Friday, 16 March 2018

Protesting the Chop & Sheffield's Trees

Labour Council outsources tree felling to Amey / Ferrovial*

The outsource companies currently contracted to Sheffield City Council include:
  • Amey manage the city's 'Streets Ahead' project including management of highways.
  • Kier Sheffield maintains and repairs the social housing stock.**
  • Veolia manages household waste disposal.
  • Capita provides HR, payroll and IT services for council employees. ***

*       Amey, is a subsidiary of the massive Spanish company grupo Ferrovial
**     Kier is one of the seven companies that in 2015 admitted to blacklisting building workers.
***  Capita has been compared to Carillion, and its share price has plunged from around £11 to £2 in just two years and it dropped out of the FTSE 100 last March.

OVER 5,000 trees have been cut down in Sheffield since 2012, as part the city council's £2bn Streets Ahead project with the excuse of improving roads and footpaths in the city.

The council, which is planting sapling trees after removing existing mature ones, insists the trees earmarked for felling are either 'dangerous, dead, diseased, dying, damaging or discriminatory'.

Yet it seems many of the trees condemned by the council as 'damaging' or 'discriminatory' are healthy specimens which campaigners say should be saved.  They say that alterations should be made to surrounding pavements and roads instead.

Today an event 'Get Off Our Tree!' is being held at Sheffield City Hall.  Also playing are local artists The Everly Pregnant Brothers, lead singer of Reverend and the Makers, Jon McClure, and former Pulp drummer Nick Banks and the Compare is Jason Cocker , who was interviewed on Radio Four's 'Today' program.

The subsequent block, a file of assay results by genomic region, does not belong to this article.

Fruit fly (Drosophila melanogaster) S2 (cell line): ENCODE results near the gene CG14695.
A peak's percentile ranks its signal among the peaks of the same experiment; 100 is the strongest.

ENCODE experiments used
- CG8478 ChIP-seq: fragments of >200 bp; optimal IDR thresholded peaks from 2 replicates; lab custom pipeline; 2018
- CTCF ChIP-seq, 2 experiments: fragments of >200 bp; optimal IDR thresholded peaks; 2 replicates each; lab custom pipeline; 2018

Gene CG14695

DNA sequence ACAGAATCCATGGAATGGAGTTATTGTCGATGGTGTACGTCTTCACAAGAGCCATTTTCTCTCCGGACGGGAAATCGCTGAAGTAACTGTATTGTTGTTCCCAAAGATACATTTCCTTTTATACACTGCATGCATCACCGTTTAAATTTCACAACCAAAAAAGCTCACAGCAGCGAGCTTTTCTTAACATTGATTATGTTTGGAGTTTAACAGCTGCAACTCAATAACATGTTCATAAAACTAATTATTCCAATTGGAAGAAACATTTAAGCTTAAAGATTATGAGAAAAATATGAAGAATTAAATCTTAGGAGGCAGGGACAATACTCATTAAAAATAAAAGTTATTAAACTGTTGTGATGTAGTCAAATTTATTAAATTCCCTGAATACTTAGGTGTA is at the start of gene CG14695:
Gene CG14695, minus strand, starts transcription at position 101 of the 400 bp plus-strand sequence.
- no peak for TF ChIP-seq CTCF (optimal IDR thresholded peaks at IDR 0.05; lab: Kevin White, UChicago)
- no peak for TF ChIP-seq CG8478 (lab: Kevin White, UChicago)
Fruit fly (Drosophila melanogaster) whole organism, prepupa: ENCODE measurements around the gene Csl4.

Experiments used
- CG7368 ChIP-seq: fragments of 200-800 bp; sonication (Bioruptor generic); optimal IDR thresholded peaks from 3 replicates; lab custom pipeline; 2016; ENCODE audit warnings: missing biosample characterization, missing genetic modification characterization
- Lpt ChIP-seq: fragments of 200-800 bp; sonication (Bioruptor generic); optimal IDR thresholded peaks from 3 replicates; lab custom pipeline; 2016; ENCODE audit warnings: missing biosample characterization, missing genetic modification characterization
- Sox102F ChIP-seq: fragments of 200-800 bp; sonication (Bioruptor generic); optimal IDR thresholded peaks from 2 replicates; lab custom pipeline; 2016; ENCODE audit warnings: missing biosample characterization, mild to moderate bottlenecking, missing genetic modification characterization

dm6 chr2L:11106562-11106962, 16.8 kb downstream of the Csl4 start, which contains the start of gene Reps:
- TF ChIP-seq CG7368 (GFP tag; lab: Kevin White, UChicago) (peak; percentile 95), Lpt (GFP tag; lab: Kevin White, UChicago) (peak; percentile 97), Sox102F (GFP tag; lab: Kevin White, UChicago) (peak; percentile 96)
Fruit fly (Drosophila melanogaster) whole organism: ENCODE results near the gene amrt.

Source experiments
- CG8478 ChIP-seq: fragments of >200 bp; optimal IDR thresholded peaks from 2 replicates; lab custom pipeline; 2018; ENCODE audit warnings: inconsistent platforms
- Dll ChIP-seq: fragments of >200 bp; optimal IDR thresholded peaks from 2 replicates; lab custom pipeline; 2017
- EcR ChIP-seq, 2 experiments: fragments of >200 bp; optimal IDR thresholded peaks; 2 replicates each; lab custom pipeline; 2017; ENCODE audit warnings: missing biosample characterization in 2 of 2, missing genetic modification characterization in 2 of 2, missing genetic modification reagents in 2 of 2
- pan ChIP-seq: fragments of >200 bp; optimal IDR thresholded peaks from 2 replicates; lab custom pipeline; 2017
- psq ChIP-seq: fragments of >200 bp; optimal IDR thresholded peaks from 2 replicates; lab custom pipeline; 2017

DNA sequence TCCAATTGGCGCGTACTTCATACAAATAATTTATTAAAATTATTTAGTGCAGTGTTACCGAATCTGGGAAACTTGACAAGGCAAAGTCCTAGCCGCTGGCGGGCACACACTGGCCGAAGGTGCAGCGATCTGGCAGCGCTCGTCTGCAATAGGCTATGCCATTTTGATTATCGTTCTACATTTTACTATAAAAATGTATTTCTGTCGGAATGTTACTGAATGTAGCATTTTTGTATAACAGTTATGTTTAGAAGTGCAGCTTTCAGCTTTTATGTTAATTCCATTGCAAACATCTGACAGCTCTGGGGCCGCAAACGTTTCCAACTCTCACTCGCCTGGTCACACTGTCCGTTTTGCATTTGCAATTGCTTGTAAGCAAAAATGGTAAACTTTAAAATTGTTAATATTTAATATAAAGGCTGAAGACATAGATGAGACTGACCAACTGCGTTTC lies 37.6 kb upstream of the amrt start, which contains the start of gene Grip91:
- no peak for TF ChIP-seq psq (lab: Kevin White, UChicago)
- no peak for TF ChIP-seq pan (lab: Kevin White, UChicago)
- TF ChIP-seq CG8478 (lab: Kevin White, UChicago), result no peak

These are just some of Sheffield’s tree protesters, members of local groups coordinated by the Sheffield Tree Action Groups (Stag), which are claiming that this is another example of local government gone wrong.  Stag have made it their mission to protect the trees from council-backed felling crews in what is often hailed, with more than a pinch of Yorkshire hyperbole, as Europe’s greenest city.

Labour Council's PFI Contract

The fellings are part of a 25-year, £2.2bn Private Finance Initiative (PFI) contract.  Signed in 2012 between the Labour-led council and a private company, Amey, the Streets Ahead programme is intended to upgrade 'the condition of our city’s roads, pavements, streetlights, bridges …'  –  no small feat in a place that was known as 'pothole city'.

The contract has serious implications for the city’s 36,000 roadside trees, which have in effect been privatised until the late 2030s. Amey, a subsidiary of the massive Spanish company Ferrovial, has so far removed around 5,350, including oaks, elms and limes. Alison Teal, a local Green party councillor, believes she knows why many were chosen:  'I can only assume that because it’s a 25-year contract, they’re felling mature trees because they are more expensive. They cause pavement and road disruption and a hell of a lot of leaves fall off them.'

Loose and wonky kerbstones and cracked pavements owing to tree roots are among the reasons given for the fellings.  But there is a belief among the Sheffield protesters that the 14 alternatives priced into Amey’s contract – from flexible paving to root pruning and pollarding – are being underused.